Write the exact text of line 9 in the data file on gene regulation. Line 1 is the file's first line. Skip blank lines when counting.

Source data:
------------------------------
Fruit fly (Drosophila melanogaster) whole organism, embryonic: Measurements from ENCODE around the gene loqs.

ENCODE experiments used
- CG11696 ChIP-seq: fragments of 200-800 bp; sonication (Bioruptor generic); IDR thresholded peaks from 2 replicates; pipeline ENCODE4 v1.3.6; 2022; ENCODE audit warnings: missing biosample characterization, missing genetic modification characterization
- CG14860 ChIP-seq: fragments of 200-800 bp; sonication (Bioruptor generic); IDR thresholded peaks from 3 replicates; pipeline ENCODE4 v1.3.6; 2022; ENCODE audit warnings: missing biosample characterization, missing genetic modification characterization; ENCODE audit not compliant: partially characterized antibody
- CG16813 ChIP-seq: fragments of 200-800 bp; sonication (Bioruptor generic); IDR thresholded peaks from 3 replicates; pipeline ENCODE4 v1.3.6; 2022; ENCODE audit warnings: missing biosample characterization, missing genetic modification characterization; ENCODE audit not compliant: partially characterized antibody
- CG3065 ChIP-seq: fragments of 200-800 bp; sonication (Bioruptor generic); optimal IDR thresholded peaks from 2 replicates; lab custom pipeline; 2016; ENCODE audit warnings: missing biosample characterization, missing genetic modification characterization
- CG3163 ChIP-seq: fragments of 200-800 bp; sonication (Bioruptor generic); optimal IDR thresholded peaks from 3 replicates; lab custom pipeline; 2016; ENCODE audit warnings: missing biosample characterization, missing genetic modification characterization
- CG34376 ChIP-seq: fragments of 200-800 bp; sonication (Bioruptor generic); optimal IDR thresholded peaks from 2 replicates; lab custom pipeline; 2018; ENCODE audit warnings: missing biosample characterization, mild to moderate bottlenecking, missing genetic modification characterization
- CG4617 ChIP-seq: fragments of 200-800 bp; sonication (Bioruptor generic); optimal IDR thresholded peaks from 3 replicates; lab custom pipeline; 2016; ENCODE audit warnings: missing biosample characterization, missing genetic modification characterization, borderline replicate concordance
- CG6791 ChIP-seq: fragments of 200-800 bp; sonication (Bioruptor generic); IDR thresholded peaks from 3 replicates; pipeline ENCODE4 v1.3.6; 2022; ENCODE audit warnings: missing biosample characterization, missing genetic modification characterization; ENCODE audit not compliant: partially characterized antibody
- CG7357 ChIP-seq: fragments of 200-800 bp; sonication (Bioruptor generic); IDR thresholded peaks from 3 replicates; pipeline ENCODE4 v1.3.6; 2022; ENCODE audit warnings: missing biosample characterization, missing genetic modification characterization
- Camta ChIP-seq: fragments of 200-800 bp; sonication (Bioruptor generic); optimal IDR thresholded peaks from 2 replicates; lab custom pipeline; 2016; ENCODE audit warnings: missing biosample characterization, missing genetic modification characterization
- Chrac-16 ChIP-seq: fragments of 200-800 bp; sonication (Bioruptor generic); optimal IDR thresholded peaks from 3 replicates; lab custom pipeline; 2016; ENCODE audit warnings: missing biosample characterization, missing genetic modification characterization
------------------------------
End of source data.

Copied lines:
- CG4617 ChIP-seq: fragments of 200-800 bp; sonication (Bioruptor generic); optimal IDR thresholded peaks from 3 replicates; lab custom pipeline; 2016; ENCODE audit warnings: missing biosample characterization, missing genetic modification characterization, borderline replicate concordance